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Nunavut MLA wants inquest into death of Igloolik man in custody

Nunavut justice minister suggests inquest will be held eventually


Amittuq MLA Louis Tapardjuk wants to know if the death of a man held in RCMP custody last fall in Igloolik could warrant a public inquest.

“When a death occurs in a jail, lock up or correctional facility under the Coroners Act, inquests must be held in public,” Tapardjuk said during question period in the Nunavut legislature Feb. 26.

Tapardjuk was referring to the death of a 26-year-old man who died in a jail cell in Igloolik last September, an incident that was to have been investigated independently by the Ottawa Police Service.

Tapardjuk asked Daniel Shewchuck, Nunavut’s justice minister, when an inquest into the incident would begin. Tapardjuk said the law requires that a public coroner’s inquest be held whenever someone dies while in police custody.

“It is a very, very tragic situation that happened in Igloolik. Our thought and prayers are with the family and the citizens of Igloolik,” said Shewchuk, noting that the independent investigation, overseen by the Ottawa Police Service, did take place.

After the report is reviewed, the Department of Justice will decide on when to hold an inquest is needed, Shewchuk said.

“I don’t think he understood my question… I asked whether or not there is going to be an inquest,” Tapardjuk said.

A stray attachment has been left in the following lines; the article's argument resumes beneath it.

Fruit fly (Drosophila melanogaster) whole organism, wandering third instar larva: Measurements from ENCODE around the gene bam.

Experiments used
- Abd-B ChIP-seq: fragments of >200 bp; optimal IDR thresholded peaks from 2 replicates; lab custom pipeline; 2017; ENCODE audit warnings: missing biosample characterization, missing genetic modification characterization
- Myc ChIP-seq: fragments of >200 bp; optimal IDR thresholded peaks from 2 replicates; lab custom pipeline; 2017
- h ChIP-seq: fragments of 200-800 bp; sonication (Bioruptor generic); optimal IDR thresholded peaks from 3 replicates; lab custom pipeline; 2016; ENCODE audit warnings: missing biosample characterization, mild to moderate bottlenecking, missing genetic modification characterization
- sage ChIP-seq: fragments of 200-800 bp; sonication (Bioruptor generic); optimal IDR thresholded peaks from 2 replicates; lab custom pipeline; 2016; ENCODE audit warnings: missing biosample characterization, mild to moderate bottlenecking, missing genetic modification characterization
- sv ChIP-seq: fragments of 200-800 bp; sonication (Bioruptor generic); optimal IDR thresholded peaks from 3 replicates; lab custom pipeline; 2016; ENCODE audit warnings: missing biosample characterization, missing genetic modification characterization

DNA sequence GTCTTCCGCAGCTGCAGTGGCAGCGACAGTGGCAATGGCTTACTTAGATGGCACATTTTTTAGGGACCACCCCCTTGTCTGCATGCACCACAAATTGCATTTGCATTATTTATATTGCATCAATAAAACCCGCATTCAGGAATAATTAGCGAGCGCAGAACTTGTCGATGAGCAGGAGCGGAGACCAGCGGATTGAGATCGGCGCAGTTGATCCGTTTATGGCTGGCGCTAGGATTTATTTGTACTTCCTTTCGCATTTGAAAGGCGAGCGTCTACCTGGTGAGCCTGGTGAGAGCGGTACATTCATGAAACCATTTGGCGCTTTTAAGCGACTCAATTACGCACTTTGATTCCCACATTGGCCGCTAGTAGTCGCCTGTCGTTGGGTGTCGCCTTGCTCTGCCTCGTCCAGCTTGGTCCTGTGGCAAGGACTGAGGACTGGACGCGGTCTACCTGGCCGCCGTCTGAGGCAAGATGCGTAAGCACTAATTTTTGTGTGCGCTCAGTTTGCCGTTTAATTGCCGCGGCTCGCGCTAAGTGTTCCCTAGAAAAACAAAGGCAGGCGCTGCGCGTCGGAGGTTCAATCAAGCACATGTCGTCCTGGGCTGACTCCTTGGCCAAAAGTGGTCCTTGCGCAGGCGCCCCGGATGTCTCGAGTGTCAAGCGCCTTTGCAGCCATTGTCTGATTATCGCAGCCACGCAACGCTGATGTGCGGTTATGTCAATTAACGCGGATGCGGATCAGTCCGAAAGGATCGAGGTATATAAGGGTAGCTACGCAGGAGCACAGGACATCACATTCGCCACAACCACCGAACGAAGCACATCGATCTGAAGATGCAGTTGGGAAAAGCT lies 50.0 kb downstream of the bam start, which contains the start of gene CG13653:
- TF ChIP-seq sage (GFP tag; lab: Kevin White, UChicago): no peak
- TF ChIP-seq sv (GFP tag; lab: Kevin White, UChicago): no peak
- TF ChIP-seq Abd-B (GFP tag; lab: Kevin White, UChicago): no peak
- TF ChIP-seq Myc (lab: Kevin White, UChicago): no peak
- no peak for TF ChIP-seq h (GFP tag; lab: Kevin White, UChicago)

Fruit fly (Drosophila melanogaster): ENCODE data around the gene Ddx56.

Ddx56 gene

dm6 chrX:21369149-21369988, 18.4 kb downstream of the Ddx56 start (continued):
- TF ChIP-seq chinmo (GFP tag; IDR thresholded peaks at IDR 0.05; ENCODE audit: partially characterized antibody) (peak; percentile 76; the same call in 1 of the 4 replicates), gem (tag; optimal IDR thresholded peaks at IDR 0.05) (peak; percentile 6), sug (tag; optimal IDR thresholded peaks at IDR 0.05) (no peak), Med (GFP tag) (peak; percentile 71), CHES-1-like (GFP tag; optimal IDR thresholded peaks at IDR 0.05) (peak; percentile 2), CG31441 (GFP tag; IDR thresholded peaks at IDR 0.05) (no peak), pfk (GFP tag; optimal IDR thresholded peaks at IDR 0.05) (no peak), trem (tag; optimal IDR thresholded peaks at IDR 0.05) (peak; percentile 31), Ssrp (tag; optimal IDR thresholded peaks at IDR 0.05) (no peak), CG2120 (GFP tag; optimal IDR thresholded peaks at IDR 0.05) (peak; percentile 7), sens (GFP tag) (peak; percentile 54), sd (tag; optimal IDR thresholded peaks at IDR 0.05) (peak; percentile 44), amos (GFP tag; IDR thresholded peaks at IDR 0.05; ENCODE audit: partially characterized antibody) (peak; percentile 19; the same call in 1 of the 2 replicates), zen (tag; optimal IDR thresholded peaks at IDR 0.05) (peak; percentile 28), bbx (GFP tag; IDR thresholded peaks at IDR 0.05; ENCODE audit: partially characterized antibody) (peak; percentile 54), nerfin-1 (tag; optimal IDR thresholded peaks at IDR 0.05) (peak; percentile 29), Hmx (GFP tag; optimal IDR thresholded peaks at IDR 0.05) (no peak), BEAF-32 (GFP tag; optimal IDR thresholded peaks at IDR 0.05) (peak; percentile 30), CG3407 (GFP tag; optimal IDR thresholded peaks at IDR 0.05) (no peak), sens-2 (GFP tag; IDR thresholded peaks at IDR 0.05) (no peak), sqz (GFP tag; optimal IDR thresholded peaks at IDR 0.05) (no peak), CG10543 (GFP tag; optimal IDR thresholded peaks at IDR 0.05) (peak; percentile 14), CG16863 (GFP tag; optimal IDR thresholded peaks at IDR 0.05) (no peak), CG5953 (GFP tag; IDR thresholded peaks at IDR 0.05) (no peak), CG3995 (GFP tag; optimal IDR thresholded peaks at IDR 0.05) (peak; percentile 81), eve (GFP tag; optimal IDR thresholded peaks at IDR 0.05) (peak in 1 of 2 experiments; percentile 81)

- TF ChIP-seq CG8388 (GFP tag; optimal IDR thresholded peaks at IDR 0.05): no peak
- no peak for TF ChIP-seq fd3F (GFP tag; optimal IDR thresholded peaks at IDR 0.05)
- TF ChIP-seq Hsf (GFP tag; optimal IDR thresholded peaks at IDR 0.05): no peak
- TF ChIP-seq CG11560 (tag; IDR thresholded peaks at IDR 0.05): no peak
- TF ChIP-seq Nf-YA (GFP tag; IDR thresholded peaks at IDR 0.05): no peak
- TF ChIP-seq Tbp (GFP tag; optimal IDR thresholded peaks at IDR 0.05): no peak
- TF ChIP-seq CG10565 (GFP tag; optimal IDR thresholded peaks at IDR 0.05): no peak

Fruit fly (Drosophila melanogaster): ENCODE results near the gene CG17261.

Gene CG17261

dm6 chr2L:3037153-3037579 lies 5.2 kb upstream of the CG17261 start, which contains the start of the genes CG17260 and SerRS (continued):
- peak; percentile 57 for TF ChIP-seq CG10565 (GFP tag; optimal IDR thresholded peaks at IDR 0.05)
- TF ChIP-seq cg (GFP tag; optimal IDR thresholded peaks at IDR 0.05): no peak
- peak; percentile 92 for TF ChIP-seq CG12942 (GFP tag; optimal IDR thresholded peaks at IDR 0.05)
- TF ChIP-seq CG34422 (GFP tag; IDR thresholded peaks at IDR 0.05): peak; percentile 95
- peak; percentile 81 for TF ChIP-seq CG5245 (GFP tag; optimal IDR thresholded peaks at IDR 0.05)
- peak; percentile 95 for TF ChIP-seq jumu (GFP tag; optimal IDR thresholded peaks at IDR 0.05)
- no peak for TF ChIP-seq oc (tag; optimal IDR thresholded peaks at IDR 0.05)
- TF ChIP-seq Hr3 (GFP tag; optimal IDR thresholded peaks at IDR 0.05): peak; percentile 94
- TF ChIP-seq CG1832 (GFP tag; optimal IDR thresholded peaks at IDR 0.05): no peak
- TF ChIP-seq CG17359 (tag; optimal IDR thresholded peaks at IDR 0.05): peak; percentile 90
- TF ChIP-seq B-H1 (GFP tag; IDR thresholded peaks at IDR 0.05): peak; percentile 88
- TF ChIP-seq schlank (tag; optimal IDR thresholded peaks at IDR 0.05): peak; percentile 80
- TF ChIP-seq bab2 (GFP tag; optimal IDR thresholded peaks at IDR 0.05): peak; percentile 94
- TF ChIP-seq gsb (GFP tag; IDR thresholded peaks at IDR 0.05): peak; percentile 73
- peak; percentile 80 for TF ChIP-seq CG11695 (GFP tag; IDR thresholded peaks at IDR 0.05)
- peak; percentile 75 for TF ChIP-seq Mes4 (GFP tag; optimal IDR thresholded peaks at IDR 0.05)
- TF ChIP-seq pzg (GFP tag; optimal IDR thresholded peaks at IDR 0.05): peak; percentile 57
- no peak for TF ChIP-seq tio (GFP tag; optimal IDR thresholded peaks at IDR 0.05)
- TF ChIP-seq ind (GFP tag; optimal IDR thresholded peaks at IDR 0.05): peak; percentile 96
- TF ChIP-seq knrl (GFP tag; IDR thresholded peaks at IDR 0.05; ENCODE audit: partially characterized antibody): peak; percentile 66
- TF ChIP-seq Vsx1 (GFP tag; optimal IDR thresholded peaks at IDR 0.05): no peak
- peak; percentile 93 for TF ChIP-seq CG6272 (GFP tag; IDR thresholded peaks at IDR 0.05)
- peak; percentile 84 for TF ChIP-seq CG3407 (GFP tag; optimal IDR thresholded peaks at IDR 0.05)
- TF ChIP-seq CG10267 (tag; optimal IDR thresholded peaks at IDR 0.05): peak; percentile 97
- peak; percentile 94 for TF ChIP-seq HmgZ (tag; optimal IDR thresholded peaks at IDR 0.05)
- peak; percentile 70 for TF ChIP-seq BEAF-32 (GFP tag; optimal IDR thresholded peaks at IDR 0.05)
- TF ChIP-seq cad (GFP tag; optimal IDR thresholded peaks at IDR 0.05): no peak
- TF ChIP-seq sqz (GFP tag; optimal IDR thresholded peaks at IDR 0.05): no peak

Because the incident is still under investigation, Shewchuk didn’t want to make further comments.

Tapardjuk then asked Shewchuk how the family of the man who died in custody would be informed of the status of the situation, so that they and other people of Igloolik would know what is going on.

The report will be released to the family, who will be “kept informed by the RCMP and the Department of Justice,” Shewchuk said.

However, Tapardjuk said there’s been “a miscommunication between the government and the public.”

Tapardjuk had also raised questions about the incident in the fall sitting of the legislative assembly, where he pointed out several disturbing occurrences that took place in Igloolik last year.

Then, Tapardjuk called for more work on the relationship between the police and other members of the community, as well as for a possible “independent police council.”

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